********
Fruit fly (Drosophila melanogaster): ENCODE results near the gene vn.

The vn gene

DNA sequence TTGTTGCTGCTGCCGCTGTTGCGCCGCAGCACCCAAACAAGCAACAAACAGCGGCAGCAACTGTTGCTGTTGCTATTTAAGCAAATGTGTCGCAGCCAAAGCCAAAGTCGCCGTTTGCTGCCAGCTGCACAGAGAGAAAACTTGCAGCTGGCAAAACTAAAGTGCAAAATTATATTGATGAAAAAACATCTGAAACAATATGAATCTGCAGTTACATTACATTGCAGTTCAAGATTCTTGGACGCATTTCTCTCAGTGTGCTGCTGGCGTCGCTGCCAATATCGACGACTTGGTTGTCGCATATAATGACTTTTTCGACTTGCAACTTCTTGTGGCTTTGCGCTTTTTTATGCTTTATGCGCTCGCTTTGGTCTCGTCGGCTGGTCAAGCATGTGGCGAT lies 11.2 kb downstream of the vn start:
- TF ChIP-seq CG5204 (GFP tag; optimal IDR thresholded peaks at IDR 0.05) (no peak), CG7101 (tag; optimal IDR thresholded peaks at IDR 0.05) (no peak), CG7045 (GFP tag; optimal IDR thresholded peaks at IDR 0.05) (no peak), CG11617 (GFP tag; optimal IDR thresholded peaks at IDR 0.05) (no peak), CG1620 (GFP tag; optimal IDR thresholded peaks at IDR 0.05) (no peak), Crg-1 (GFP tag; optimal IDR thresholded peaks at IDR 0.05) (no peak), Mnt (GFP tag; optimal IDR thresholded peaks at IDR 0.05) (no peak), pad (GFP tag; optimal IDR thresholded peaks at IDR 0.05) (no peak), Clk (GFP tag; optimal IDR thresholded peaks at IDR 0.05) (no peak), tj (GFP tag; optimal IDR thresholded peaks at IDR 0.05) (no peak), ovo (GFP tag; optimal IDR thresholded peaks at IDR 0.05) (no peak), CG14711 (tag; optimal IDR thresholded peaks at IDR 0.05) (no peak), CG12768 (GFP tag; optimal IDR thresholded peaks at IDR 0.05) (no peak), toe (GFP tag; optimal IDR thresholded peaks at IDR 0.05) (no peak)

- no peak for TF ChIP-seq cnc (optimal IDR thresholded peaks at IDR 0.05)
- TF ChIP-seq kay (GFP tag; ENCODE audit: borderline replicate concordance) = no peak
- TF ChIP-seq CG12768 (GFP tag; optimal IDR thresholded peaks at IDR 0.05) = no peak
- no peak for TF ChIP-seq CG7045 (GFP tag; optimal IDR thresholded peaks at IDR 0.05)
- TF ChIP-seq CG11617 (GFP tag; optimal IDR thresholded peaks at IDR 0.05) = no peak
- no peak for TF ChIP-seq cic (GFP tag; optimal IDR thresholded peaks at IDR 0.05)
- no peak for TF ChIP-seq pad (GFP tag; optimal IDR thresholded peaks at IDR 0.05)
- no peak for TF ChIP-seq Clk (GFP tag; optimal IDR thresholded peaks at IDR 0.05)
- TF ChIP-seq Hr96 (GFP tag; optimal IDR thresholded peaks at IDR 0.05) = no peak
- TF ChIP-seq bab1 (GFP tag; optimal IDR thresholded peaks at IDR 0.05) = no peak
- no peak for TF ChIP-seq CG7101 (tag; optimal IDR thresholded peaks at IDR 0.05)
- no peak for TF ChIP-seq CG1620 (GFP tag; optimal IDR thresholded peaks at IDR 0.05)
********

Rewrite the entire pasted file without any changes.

Fruit fly (Drosophila melanogaster): ENCODE results near the gene vn.

The vn gene

DNA sequence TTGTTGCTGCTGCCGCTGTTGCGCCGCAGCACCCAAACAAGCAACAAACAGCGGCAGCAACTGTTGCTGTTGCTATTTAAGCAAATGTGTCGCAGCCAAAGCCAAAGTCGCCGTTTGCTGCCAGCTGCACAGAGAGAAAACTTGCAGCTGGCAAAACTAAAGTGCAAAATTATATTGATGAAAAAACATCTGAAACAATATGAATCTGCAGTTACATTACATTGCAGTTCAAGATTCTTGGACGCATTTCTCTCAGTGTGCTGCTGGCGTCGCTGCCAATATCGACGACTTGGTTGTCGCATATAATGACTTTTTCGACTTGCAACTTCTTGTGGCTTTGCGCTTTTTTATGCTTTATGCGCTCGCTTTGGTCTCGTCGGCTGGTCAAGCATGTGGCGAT lies 11.2 kb downstream of the vn start:
- TF ChIP-seq CG5204 (GFP tag; optimal IDR thresholded peaks at IDR 0.05) (no peak), CG7101 (tag; optimal IDR thresholded peaks at IDR 0.05) (no peak), CG7045 (GFP tag; optimal IDR thresholded peaks at IDR 0.05) (no peak), CG11617 (GFP tag; optimal IDR thresholded peaks at IDR 0.05) (no peak), CG1620 (GFP tag; optimal IDR thresholded peaks at IDR 0.05) (no peak), Crg-1 (GFP tag; optimal IDR thresholded peaks at IDR 0.05) (no peak), Mnt (GFP tag; optimal IDR thresholded peaks at IDR 0.05) (no peak), pad (GFP tag; optimal IDR thresholded peaks at IDR 0.05) (no peak), Clk (GFP tag; optimal IDR thresholded peaks at IDR 0.05) (no peak), tj (GFP tag; optimal IDR thresholded peaks at IDR 0.05) (no peak), ovo (GFP tag; optimal IDR thresholded peaks at IDR 0.05) (no peak), CG14711 (tag; optimal IDR thresholded peaks at IDR 0.05) (no peak), CG12768 (GFP tag; optimal IDR thresholded peaks at IDR 0.05) (no peak), toe (GFP tag; optimal IDR thresholded peaks at IDR 0.05) (no peak)

- no peak for TF ChIP-seq cnc (optimal IDR thresholded peaks at IDR 0.05)
- TF ChIP-seq kay (GFP tag; ENCODE audit: borderline replicate concordance) = no peak
- TF ChIP-seq CG12768 (GFP tag; optimal IDR thresholded peaks at IDR 0.05) = no peak
- no peak for TF ChIP-seq CG7045 (GFP tag; optimal IDR thresholded peaks at IDR 0.05)
- TF ChIP-seq CG11617 (GFP tag; optimal IDR thresholded peaks at IDR 0.05) = no peak
- no peak for TF ChIP-seq cic (GFP tag; optimal IDR thresholded peaks at IDR 0.05)
- no peak for TF ChIP-seq pad (GFP tag; optimal IDR thresholded peaks at IDR 0.05)
- no peak for TF ChIP-seq Clk (GFP tag; optimal IDR thresholded peaks at IDR 0.05)
- TF ChIP-seq Hr96 (GFP tag; optimal IDR thresholded peaks at IDR 0.05) = no peak
- TF ChIP-seq bab1 (GFP tag; optimal IDR thresholded peaks at IDR 0.05) = no peak
- no peak for TF ChIP-seq CG7101 (tag; optimal IDR thresholded peaks at IDR 0.05)
- no peak for TF ChIP-seq CG1620 (GFP tag; optimal IDR thresholded peaks at IDR 0.05)